Private conversations in the home about controversial issues such as same-sex marriage or transgender ideology could result in police intervention under new hate crime proposals for England and Wales.
In a 540-page consultation document, the Law Commission has laid out its plans to lower the threshold for hate crimes to be committed, including criminalising so-called “hate speech” even in private dwellings.
There is currently a ‘dwelling defence’ in law which protects conversations in the home from police intervention. The Law Commission, which advises the Government, believes this should change.
Similar plans have also been put forward in Scotland, where Justice Secretary Humza Yousaf has come under fire for the extreme proposals.
Free speech campaigners have warned that the Scottish Government’s hate crime Bill leaves out the dwelling defence currently included in legislation in England and Wales, but Yousaf insists that ‘hateful speech’ in the home deserves to be criminalised.
The Christian Institute’s Deputy Director for Communications Ciarán Kelly commented: “The Scottish Government has drawn criticism from all corners for its sinister hate crime legislation, but the Law Commission for England and Wales appears to have paid no notice.
“Restricting free speech, and policing ‘acceptable’ and ‘unacceptable’ views, sows division and resentment. The Government would do well to ignore this report.”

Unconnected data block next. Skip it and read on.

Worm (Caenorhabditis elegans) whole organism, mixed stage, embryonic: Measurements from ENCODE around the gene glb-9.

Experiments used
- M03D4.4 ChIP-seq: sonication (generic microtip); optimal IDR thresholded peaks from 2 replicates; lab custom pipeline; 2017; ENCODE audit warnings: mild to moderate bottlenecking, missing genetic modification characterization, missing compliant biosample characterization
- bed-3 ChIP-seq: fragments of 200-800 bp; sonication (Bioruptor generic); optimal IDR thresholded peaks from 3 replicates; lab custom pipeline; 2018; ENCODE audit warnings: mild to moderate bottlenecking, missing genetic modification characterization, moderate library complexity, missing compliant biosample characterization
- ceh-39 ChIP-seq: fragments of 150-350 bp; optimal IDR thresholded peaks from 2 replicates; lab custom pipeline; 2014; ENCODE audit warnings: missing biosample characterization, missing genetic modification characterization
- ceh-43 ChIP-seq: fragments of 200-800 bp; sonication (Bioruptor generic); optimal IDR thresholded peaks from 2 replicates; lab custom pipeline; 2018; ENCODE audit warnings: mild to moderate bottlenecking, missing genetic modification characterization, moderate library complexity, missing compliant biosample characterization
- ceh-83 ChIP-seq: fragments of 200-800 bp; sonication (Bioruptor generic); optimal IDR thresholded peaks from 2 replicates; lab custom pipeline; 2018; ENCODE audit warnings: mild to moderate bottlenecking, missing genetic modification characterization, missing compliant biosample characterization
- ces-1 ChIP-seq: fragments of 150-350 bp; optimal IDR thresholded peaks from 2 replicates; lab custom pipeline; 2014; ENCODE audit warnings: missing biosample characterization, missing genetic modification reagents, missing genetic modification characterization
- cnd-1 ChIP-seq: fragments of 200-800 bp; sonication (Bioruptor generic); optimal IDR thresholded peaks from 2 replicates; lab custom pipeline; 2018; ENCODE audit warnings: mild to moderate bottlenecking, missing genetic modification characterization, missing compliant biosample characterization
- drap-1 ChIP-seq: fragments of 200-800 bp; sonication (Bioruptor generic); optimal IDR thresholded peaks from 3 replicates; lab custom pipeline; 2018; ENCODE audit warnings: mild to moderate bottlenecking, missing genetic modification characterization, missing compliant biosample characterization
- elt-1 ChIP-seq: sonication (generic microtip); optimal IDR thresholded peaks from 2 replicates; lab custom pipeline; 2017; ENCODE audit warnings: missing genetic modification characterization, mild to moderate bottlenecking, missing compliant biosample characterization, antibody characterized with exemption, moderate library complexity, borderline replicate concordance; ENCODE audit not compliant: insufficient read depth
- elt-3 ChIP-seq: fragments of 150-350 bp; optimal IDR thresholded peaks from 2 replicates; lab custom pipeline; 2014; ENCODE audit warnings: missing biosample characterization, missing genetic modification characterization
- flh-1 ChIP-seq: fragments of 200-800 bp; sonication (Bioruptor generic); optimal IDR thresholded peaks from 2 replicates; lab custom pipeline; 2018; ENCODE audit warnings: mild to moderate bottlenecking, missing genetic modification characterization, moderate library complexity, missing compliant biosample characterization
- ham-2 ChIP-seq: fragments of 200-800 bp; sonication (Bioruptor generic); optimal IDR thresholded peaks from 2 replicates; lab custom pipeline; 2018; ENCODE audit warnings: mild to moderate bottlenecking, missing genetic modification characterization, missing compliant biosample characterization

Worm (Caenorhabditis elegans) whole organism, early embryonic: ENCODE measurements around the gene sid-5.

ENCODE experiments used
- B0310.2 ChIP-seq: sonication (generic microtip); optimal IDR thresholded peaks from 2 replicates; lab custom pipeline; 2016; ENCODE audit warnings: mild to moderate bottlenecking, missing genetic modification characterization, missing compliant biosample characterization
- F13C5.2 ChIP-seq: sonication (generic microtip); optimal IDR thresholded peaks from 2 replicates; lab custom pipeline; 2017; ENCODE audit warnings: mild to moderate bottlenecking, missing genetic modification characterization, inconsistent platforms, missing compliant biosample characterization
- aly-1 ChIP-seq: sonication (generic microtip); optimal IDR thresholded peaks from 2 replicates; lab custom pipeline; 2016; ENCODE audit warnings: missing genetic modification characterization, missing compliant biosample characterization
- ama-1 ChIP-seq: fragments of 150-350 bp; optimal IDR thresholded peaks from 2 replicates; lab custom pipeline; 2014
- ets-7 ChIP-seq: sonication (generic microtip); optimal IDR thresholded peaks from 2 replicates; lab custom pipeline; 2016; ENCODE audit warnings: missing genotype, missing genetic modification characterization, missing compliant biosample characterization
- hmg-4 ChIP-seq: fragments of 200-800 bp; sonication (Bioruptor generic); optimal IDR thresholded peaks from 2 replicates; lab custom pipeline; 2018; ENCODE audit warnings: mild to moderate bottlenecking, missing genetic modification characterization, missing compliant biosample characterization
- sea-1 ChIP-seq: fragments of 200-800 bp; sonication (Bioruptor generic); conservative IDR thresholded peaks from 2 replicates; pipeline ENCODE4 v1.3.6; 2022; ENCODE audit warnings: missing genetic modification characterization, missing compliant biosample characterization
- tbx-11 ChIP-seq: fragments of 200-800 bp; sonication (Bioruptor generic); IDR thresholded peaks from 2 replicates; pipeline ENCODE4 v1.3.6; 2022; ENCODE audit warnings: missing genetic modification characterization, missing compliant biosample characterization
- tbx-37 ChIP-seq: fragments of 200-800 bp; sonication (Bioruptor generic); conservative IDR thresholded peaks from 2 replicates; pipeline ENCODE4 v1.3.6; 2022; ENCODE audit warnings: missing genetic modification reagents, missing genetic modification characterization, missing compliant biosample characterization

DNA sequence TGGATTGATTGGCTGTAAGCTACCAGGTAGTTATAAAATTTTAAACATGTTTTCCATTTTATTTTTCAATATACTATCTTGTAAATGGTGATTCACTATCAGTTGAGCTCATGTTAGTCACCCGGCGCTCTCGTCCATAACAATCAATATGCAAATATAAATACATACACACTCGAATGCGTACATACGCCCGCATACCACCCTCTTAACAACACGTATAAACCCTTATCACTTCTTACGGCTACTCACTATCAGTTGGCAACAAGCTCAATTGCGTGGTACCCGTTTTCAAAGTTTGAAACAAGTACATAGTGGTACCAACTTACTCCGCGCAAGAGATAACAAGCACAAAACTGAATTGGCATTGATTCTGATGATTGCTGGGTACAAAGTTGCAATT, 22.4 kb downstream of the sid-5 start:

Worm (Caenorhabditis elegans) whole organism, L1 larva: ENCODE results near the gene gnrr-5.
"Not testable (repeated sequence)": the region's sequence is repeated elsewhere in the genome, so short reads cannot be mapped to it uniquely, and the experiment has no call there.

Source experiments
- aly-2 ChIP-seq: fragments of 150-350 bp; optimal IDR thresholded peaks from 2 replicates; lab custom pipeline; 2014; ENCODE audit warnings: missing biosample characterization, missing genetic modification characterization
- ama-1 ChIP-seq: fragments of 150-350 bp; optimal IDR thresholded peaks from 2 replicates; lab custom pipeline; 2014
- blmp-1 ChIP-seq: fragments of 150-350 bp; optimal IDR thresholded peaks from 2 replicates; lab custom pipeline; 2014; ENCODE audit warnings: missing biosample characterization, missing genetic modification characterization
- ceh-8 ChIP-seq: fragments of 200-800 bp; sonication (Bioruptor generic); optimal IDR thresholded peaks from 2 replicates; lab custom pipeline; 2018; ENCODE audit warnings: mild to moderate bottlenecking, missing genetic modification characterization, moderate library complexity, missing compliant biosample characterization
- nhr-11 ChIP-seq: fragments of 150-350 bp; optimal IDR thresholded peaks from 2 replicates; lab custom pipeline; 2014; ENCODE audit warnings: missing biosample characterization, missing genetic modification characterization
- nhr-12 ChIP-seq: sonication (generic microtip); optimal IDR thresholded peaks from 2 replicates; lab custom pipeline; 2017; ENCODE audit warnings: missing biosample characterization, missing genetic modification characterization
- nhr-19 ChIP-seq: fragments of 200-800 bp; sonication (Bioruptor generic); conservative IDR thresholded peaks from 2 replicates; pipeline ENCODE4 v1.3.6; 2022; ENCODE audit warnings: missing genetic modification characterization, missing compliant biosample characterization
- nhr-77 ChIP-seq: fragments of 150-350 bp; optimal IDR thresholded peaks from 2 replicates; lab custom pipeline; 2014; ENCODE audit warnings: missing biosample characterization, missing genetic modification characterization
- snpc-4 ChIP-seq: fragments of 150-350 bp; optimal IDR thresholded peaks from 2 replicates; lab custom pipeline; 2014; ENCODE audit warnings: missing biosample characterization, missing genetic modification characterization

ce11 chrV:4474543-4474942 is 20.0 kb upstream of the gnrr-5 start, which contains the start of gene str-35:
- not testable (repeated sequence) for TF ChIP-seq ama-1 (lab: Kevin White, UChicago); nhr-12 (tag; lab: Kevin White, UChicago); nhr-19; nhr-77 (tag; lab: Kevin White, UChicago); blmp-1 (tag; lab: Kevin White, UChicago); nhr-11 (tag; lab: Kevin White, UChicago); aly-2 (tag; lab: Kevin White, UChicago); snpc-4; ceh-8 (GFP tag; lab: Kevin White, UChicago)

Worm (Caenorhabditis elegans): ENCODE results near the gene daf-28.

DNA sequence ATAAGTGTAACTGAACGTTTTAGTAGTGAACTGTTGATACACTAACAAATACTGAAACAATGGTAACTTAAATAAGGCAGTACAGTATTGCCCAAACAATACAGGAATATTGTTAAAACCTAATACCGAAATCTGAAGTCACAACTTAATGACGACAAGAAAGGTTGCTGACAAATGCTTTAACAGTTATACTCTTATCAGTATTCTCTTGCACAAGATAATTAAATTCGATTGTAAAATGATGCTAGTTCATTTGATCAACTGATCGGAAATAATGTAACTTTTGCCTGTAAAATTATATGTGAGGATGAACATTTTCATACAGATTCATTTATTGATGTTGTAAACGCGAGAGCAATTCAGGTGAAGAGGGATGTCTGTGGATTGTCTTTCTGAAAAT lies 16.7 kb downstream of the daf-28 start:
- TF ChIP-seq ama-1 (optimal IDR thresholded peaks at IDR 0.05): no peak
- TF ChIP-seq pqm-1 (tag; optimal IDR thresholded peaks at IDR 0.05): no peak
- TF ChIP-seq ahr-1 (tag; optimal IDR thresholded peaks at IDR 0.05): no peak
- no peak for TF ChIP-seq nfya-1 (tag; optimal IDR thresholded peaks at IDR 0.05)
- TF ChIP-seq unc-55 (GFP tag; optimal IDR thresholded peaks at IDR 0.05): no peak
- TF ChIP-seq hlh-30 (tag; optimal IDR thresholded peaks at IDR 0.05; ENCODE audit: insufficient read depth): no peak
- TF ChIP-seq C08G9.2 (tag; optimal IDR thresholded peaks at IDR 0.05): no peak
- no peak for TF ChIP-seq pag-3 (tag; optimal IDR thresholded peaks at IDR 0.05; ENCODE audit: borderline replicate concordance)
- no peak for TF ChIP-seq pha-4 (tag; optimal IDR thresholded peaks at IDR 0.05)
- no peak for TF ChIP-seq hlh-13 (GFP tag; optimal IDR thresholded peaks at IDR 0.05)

Harry Miller, a former police officer who founded Fair Cop, which opposes hate crime legislation, said: “If the private home law is adopted by Government, a comment over the dinner table about a huge range of people could lead to a prison sentence.”
He said human rights laws protecting privacy and family life would be “in the bin” adding that the proposed changes “will generate unfriendliness between different communities where there is none”.
Family law barrister Sarah Phillimore agreed: “I cannot believe the Government is being asked to consider surveillance of citizens in their own home. How will the evidence of such hate crimes be collected? Will we have an East German-style secret police like the Stasi?”
Yesterday, the Home Secretary Priti Patel told police chiefs: “As a general principle, while it is the job of the police to maintain order, we also look to you to uphold the law, which in this country has freedom at its heart.
“Freedom of speech is obviously a cornerstone of our democracy, and a right that we must all defend.”